Social Sciences Book Reviews (page 5)

$2.00 A DAY by Kathryn J. Edin
BUSINESS & ECONOMICS
Released: Sept. 1, 2015

"An eye-opening account of the lives ensnared in the new poverty cycle."
An analysis of the growing portion of American poor who live on an average of $2 per day. Read full book review >
BUSINESS & ECONOMICS
Released: Sept. 1, 2015

"Useful for anyone with a horse in the race regarding law enforcement—in other words, most American citizens."
A handbook for making sense of America's approach to crime and incarceration and its effect on communities across the country. Read full book review >

SOCIAL SCIENCES
Released: Aug. 25, 2015

"An informative and inspirational guide to the myriad ways of making a home."
An eye-opening survey of the different living arrangements Americans have come to embrace. Read full book review >
THE HAUNTING OF THE MEXICAN BORDER by Kathryn Ferguson
CURRENT AFFAIRS
Released: Aug. 15, 2015

"A wise and humane account that draws on a lifetime of exploring the border country and pondering its meaning."
A memoir that grapples with life, death, and documentary filmmaking on the United States-Mexico border. Read full book review >
SOCIAL SCIENCES
Released: Aug. 11, 2015

"An important, thoughtfully balanced book aimed at shifting thinking and providing concrete steps toward encouraging positive—and realistic—self-image development."
Reflections on the benefits of giving children the chance to experience failure—and how to go about doing it. Read full book review >

SOCIAL SCIENCES
Released: Aug. 11, 2015

"Given the competing noise about parenting, this book should be required reading for parents."
A guide to stopping the helicoptering, lawn-mowing, and overindulging that can lead to entitled, self-centered thinking in children. Read full book review >
HISTORY
Released: Aug. 11, 2015

"As laws and mores continue to change at a rapid pace, this engaging study offers helpful historical and legal explanations."
This follow-up to lawyer Berkowitz's Sex and Punishment: Four Thousand Years of Judging Desire (2012) brings Western society's continued attempt at regulating sexual mores to the present.Read full book review >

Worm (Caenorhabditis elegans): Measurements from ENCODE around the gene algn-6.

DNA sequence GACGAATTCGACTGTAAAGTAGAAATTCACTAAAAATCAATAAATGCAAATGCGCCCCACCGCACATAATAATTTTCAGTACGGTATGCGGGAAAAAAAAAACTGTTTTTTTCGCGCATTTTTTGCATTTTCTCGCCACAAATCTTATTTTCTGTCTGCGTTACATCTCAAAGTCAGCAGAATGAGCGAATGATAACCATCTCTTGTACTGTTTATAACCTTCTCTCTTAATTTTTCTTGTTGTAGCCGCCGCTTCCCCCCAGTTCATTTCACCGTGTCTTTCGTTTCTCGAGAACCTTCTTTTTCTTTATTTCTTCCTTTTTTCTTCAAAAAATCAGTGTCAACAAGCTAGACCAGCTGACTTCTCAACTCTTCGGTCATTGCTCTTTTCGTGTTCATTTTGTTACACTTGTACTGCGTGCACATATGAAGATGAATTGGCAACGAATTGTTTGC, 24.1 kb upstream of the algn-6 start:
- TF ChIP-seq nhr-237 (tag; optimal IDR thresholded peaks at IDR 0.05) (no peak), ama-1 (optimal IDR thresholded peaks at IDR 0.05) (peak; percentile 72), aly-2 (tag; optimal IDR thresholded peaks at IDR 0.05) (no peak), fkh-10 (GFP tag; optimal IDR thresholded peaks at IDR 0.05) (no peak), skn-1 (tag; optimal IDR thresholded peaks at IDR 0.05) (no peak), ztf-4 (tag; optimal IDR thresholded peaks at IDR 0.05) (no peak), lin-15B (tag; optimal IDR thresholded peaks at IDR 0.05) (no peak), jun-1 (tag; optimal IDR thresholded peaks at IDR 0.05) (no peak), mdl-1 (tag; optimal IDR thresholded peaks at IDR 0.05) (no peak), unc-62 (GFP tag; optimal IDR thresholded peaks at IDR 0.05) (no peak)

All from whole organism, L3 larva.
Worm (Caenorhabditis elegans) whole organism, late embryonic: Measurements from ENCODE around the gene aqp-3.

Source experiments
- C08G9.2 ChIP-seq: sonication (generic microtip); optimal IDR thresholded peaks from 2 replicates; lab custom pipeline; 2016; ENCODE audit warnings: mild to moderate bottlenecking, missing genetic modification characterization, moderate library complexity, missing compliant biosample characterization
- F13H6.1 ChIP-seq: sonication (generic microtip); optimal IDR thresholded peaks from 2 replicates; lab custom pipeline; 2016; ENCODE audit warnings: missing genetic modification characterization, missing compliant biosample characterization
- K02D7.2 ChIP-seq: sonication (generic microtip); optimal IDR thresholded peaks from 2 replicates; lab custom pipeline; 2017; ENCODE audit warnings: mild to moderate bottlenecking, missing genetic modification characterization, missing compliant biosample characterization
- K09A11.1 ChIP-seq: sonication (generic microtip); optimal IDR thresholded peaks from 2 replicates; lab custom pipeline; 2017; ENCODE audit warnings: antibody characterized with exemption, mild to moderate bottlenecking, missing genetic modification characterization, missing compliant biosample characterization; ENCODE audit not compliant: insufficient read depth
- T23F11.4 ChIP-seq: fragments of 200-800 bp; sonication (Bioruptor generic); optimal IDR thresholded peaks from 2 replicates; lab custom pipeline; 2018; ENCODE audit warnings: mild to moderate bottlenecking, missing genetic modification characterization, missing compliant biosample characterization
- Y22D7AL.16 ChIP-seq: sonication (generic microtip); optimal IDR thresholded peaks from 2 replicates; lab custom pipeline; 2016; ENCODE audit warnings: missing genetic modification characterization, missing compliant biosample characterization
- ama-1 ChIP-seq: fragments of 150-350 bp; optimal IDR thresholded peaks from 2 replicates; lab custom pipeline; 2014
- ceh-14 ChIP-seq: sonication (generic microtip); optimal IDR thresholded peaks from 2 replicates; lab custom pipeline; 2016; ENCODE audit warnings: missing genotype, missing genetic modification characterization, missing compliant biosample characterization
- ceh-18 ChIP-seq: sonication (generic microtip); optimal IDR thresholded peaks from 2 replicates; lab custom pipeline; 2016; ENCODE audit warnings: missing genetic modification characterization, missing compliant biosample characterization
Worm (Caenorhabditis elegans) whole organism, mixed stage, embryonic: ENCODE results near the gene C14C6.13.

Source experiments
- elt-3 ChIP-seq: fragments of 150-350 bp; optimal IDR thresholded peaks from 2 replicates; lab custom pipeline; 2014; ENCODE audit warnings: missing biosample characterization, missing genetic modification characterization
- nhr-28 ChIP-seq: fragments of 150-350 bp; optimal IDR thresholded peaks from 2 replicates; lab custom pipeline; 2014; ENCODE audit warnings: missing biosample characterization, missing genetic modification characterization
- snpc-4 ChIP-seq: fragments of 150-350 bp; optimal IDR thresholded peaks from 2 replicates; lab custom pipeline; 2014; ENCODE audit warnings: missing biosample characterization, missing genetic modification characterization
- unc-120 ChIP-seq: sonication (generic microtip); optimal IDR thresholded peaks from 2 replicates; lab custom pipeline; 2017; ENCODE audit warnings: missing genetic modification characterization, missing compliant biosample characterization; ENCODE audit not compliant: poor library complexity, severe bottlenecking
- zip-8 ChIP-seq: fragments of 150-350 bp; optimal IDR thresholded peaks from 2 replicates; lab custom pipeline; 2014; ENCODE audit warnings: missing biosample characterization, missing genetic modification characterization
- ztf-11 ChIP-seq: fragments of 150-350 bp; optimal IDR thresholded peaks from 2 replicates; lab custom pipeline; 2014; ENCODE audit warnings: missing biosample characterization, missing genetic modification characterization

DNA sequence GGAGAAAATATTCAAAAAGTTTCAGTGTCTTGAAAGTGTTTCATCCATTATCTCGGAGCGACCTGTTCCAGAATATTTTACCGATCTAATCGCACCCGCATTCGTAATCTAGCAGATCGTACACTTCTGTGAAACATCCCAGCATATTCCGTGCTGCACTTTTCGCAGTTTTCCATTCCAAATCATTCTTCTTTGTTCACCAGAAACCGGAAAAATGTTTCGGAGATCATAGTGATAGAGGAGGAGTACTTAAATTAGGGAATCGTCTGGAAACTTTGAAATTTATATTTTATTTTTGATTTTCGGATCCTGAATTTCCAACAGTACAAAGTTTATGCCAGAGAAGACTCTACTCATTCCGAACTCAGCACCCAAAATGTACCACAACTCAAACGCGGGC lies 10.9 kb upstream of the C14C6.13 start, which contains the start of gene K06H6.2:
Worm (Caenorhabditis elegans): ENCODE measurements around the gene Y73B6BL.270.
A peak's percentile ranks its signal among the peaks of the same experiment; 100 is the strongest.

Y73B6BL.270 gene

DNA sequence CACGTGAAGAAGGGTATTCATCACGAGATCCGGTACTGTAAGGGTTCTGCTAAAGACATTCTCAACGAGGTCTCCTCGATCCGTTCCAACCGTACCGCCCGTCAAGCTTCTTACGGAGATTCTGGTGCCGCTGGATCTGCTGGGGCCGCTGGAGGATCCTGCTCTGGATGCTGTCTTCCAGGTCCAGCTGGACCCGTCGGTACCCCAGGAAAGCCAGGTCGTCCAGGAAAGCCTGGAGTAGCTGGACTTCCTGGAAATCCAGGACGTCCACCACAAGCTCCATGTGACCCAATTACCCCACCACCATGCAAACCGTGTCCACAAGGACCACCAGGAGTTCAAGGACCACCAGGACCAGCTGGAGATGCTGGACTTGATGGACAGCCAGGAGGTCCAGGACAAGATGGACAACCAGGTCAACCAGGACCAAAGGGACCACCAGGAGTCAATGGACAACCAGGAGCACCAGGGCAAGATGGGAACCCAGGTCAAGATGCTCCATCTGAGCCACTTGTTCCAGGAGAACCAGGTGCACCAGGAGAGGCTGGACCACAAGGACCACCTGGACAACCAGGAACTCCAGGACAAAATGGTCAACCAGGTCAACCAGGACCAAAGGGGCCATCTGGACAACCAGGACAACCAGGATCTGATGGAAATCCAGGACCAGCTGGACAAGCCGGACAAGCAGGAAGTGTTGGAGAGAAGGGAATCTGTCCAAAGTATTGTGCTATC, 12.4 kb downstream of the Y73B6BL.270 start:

BUSINESS & ECONOMICS
Released: Aug. 11, 2015

"A hackle-raising book about nature and human nature, venality and justice, and how disasters—before, during, and after—sharply mirror society."
How the most significant deleterious factor in natural disasters may be the human element. Read full book review >
CURRENT AFFAIRS
Released: Aug. 4, 2015

"Not just a compelling history, but a cry for help in the recurring struggle to gain what is supposed to be an inalienable right."
An incisive look at the many issues surrounding the right to vote. Read full book review >
THE BORN FREES by Kimberly Burge
BIOGRAPHY & MEMOIR
Released: Aug. 3, 2015

"An affecting portrait of post-apartheid South Africa, particularly useful for writing instructors serving at-risk constituencies."
Journalist Burge recounts a sojourn in a township outside Cape Town working with a writing group called Amazw'Entombi, or "Voices of the Girls."Read full book review >
THE DRUMMOND GIRLS by Mardi Jo Link
BIOGRAPHY & MEMOIR
Released: July 14, 2015

"A moving, honest, and laughter-filled account of eight women who gather one weekend every year and enjoy themselves to the fullest."
Loyalty and friendship among eight women. Read full book review >
BIOGRAPHY & MEMOIR
Released: July 8, 2015

"This moving, potent testament might have been titled 'Black Lives Matter.' Or: 'An American Tragedy.'"
The powerful story of a father's past and a son's future. Read full book review >
Kirkus Interview
Michael Eric Dyson
February 2, 2016

In Michael Eric Dyson’s rich and nuanced book new book, The Black Presidency: Barack Obama and the Politics of Race in America, Dyson writes with passion and understanding about Barack Obama’s “sad and disappointing” performance regarding race and black concerns in his two terms in office. While race has defined his tenure, Obama has been “reluctant to take charge” and speak out candidly about the nation’s racial woes, determined to remain “not a black leader but a leader who is black.” Dyson cogently examines Obama’s speeches and statements on race, from his first presidential campaign through recent events—e.g., the Ferguson riots and the eulogy for the Rev. Clementa Pinckney in Charleston—noting that the president is careful not to raise the ire of whites and often chastises blacks for their moral failings. At his best, he spoke with “special urgency for black Americans” during the Ferguson crisis and was “at his blackest,” breaking free of constraints, in his “Amazing Grace” Charleston eulogy. Dyson writes here as a realistic, sometimes-angry supporter of the president. View video >